“Am I good enough to wear number 14 for Kerry next year? That’s what I have to prove.” Kieran Donaghy thought he was finished in a Kerry jersey. The pain of defeat by Mayo bit deep but he has always found a way of twisting pain to his own ends. And he has always loved to prove people wrong.
Within half an hour of what seemed like the final act of Kieran Donaghy’s inter-county career — a frustrated swipe to the face of Aidan O’Shea that incurred his first straight red card in 10 years — Kerry and Mayo supporters who made the skip across to the other side of Jones’ Road for Jury’s Croke Park would have encountered a surprising sight by the counter of the courtyard bar.
There, waiting to be served among the throng like everyone else, was the strikingly familiar, tall figure of Donaghy, along with his fellow Tralee titan and friend, David Moran, the two of them still in their tracksuits.
For years, the hotel has been a brief post-match base for Kerry: the spot where the team bus makes its way over while the players do battle in the big bowl, and where they eat after that battle is won, lost, or drawn. This particular occasion though represented something of a break from routine. Instead of waiting for the rest of their teammates and for some grub before getting something to drink, Donaghy and Moran just dumped their bags on the bus and headed straight to the bar.
“I was there in the dressing room, saying, ‘Right, do I sit here now, wallowing and feeling sorry for myself, or do I just get f****ing on with it?’ And I just said, ‘I’m getting on with it.’ So I had a quick shower and then went across the road like nothing happened. Threw my bag onto the bus. Said hello to the Kerry people, said hello to the Mayo people, [they] took some photos, then went back outside to [his friend] Jerry Rochford and sat down in the corner with my brother, sister, and Mom.”
Although he was trying to process the mayhem that had just occurred across the road and was very much assuming that he had played there for the last time, his instinct to suck it up and just get on with it was pure Donaghy.
Three months later on a weekday Tralee morning and you find him still getting on with things, with lots of things on the go. When you arrive into the hotel restaurant, Joe O’Connor is rising from his seat in the corner booth, his meeting with Donaghy about to conclude.
The former Clare and current Limerick hurling trainer is now also the head of athletic development for Kerry football and he and Donaghy have just plotted a way to how his preparations for Kerry 2018 can start to dovetail with Donaghy’s more immediate commitments to the Garvey’s Tralee Warriors, like the shooting session he just got in at 7.30am in the local complex with the team’s American, Trae Pemberton.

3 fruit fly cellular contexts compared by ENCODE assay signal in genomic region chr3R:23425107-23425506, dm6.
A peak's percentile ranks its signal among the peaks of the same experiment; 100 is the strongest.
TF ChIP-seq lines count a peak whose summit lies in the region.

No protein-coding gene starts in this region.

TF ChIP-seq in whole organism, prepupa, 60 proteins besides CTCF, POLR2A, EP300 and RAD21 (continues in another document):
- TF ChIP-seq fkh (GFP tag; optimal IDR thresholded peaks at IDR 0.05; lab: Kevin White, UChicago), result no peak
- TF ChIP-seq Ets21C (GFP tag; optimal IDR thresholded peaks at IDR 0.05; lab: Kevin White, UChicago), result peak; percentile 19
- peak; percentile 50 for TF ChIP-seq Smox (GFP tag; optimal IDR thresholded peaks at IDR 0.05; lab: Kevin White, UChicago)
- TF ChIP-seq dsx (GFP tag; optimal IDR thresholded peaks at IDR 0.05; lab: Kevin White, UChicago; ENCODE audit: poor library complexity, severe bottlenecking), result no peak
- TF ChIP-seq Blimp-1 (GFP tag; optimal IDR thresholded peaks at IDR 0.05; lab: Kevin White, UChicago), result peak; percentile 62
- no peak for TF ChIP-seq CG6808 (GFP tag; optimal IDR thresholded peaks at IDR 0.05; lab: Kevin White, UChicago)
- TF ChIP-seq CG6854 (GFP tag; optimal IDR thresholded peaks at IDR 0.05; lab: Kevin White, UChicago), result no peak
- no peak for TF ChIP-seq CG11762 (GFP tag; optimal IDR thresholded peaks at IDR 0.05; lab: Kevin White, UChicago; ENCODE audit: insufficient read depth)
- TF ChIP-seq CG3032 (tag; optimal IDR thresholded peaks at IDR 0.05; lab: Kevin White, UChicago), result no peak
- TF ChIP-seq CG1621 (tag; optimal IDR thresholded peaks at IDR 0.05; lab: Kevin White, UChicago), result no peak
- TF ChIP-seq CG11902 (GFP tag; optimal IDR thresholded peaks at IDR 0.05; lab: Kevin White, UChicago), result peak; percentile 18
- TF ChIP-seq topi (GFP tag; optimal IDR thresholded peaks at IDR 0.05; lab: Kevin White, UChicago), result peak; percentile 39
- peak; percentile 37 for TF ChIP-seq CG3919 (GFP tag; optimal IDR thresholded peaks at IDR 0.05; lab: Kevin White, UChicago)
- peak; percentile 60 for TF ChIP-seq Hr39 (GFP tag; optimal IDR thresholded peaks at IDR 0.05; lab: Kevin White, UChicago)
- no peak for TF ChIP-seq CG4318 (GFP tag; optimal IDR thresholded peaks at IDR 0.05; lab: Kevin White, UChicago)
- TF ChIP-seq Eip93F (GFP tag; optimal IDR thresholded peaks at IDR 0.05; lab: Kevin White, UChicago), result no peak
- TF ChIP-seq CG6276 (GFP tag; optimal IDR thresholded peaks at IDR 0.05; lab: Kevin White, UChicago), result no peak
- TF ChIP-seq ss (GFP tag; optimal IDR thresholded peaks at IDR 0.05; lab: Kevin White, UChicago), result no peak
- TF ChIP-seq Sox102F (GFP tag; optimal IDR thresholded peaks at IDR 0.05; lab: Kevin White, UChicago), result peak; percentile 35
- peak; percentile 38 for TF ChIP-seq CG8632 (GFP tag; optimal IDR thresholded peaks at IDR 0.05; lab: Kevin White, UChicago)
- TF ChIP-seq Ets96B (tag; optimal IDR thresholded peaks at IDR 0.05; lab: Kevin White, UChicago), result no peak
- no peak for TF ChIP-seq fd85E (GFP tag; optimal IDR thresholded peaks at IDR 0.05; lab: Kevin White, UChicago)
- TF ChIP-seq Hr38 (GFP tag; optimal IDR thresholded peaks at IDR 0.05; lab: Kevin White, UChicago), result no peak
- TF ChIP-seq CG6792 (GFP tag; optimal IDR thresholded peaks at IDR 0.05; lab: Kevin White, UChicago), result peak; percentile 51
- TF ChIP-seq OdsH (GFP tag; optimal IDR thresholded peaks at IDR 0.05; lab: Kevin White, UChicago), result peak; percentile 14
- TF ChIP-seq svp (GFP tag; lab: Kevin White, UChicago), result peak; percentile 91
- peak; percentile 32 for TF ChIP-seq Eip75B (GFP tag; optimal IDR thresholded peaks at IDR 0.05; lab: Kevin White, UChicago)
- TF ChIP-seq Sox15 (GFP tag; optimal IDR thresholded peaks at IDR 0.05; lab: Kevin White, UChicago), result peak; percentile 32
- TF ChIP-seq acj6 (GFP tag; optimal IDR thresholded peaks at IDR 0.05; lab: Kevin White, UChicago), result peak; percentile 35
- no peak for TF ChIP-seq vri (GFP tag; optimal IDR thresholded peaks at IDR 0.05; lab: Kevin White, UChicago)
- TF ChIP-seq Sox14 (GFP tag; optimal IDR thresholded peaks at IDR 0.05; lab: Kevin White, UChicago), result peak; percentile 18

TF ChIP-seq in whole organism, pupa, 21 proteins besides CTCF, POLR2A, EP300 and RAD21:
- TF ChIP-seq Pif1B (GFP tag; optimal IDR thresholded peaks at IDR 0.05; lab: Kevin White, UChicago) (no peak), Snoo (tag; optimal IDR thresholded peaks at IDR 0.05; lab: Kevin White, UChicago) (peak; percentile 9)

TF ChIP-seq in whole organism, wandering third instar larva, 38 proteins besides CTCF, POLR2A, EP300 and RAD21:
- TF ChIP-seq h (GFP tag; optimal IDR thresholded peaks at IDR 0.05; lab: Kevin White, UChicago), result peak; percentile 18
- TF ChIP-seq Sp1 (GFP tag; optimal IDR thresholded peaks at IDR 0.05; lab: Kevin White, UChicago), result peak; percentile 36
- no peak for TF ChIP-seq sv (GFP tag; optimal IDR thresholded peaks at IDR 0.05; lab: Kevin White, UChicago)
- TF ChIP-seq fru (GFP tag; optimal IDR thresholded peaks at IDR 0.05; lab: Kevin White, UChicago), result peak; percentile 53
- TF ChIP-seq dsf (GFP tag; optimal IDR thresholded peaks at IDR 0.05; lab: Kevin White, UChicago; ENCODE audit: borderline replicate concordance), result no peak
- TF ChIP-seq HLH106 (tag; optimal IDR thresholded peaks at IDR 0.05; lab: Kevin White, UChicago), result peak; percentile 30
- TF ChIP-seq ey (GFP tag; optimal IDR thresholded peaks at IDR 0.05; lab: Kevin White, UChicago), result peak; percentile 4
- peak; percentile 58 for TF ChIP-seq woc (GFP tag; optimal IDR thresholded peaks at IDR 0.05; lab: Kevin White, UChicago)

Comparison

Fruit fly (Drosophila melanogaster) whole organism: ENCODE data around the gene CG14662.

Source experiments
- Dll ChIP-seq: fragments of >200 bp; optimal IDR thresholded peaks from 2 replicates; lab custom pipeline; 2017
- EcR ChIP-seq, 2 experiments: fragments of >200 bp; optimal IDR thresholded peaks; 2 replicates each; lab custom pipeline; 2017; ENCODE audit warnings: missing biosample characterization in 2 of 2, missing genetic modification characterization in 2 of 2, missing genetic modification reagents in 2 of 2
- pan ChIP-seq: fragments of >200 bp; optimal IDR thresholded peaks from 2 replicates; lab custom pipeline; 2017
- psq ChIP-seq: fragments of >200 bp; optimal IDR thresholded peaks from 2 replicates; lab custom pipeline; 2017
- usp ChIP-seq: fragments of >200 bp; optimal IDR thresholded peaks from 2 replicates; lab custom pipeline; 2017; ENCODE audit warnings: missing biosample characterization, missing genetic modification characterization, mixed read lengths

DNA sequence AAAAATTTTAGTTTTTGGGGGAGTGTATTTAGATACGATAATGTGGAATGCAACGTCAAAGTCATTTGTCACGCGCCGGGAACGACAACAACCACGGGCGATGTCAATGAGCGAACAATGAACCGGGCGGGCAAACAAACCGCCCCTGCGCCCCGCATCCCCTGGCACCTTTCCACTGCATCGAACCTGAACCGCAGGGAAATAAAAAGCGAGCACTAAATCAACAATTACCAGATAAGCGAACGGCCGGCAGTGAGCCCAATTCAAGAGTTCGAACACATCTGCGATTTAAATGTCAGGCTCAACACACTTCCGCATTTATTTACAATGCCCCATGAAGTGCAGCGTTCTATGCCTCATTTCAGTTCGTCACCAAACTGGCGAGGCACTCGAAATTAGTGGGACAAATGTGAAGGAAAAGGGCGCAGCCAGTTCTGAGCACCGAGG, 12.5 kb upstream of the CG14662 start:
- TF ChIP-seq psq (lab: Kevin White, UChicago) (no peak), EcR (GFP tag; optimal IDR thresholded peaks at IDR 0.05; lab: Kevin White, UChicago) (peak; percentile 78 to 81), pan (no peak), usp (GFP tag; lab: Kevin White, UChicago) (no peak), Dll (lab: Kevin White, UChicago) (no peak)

Turns out that mad Saturday last August wasn’t his last day in a Kerry dressing room.
He knows what some people think, possibly yourself. That he’s pushing it now, trying to squeeze yet another season out of a body that turns 35 next March. He certainly knows what his mom Deirdre thinks, or at least what she thought when he floated the idea to her of staying on for one more year.
“My mother asked me was I having a midlife crisis! Those were her words. ‘Are you actually having a midlife crisis?! You told the family two years in a row that this could be the last day above in Croke Park. That we wouldn’t have to put up with any more abuse from the stands. You’re playing the basketball, you’re travelling all over the place with work, you have two kids now at home… And you’re really thinking of going back with Kerry?!’
“And I was like, Mom, I am, because I am enjoying the basketball, I am enjoying being up the walls with work, I love being a dad to the two girls, and you know what, I love playing for Kerry.’”
This year reaffirmed just how much. It was very nearly the perfect year for him. At the start of January the Warriors would go on a remarkable streak, winning 12 of their last 13 games to make the Champions Trophy finals weekend, and then win that tournament up in Letterkenny, first edging cup winners Swords Thunder by two points in the semi-final, then the next day squeezing out league champions Templeogue in even more dramatic circumstances.
As usual, Donaghy was central to it at all. With 10 seconds to go, he made a stunning baseline move to tie the game.
Then with 10 seconds left in overtime and his team trailing by three points, he leapt up to claim an offensive rebound and immediately fired the ball back out to Pemberton who drilled his shot from the corner. Except Donaghy went one better than being Chris Bosh to Pemberton’s Ray Allen. Bosh and Allen only tied the game with that famous clutch play for the Miami Heat in the 2013 NBA finals. Donaghy was fouled while storming to the boards in case Pemberton missed. Two free throws. He nailed the first. The winner and hero once more.
It left Donaghy overwhelmed. “I was going around with a lump in my throat, half-wanting to whoop around and celebrate, and half-wanting to cry somewhere by myself.”